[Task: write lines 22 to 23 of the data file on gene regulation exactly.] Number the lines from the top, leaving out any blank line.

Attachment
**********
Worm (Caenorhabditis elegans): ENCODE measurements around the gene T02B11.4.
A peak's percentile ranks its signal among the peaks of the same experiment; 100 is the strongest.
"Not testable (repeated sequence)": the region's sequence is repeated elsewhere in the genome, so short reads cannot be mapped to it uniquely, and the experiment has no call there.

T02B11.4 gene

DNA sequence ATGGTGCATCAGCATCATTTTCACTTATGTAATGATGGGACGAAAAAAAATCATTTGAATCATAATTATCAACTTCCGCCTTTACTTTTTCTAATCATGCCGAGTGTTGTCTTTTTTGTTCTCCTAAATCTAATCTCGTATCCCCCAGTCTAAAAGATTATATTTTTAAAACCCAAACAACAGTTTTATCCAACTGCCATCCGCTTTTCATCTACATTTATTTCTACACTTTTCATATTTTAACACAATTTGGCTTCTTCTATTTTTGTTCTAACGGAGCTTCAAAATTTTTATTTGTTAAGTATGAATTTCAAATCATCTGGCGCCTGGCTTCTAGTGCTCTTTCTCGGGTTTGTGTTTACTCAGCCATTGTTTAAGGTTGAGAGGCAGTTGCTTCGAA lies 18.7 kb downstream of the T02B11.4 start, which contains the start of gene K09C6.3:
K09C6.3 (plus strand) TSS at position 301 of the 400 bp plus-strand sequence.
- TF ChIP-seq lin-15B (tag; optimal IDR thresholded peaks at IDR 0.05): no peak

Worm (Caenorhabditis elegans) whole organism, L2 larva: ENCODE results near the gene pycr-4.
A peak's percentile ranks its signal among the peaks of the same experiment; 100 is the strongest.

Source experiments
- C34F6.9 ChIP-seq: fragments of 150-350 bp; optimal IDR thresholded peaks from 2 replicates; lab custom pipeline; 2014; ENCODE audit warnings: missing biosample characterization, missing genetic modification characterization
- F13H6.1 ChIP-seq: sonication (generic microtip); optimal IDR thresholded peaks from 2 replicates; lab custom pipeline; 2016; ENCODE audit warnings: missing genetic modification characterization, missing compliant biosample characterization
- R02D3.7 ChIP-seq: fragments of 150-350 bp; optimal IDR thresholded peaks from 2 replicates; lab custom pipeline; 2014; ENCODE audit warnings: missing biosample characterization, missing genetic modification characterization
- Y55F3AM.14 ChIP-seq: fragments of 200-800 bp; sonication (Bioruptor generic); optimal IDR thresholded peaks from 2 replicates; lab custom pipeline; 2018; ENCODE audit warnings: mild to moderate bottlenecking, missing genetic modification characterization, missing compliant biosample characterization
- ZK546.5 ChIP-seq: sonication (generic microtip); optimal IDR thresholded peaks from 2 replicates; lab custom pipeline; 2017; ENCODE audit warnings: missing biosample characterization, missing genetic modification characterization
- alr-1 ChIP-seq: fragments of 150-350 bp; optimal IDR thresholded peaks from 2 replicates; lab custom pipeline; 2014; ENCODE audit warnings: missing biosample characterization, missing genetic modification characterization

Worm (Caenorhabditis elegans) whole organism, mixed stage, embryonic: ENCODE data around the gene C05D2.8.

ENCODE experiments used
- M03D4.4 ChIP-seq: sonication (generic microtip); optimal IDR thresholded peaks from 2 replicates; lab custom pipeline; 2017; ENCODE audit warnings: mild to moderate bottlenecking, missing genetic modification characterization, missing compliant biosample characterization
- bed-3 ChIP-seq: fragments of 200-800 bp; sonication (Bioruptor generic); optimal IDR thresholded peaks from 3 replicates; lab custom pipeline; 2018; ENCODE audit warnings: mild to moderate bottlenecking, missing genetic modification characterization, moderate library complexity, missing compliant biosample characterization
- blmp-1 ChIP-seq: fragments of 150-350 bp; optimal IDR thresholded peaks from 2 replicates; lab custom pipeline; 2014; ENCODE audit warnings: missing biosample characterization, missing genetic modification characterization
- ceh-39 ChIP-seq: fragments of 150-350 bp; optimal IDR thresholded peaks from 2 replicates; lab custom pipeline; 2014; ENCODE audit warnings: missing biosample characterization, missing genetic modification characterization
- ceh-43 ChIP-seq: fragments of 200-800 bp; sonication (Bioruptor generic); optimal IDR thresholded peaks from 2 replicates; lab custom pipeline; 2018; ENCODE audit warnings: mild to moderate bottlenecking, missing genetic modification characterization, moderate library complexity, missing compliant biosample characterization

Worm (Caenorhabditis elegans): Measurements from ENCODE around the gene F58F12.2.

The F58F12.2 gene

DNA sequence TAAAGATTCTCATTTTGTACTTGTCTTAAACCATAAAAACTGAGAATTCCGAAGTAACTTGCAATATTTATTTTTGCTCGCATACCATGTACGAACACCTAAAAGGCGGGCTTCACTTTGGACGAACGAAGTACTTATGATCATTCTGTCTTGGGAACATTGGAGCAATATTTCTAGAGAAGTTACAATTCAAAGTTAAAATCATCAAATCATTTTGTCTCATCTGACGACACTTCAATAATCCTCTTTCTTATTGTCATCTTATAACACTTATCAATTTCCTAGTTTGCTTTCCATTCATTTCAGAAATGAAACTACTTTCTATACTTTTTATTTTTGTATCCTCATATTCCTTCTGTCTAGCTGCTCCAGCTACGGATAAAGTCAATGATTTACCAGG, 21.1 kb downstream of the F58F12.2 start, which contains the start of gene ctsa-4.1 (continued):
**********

- ceh-39 ChIP-seq: fragments of 150-350 bp; optimal IDR thresholded peaks from 2 replicates; lab custom pipeline; 2014; ENCODE audit warnings: missing biosample characterization, missing genetic modification characterization
- ceh-43 ChIP-seq: fragments of 200-800 bp; sonication (Bioruptor generic); optimal IDR thresholded peaks from 2 replicates; lab custom pipeline; 2018; ENCODE audit warnings: mild to moderate bottlenecking, missing genetic modification characterization, moderate library complexity, missing compliant biosample characterization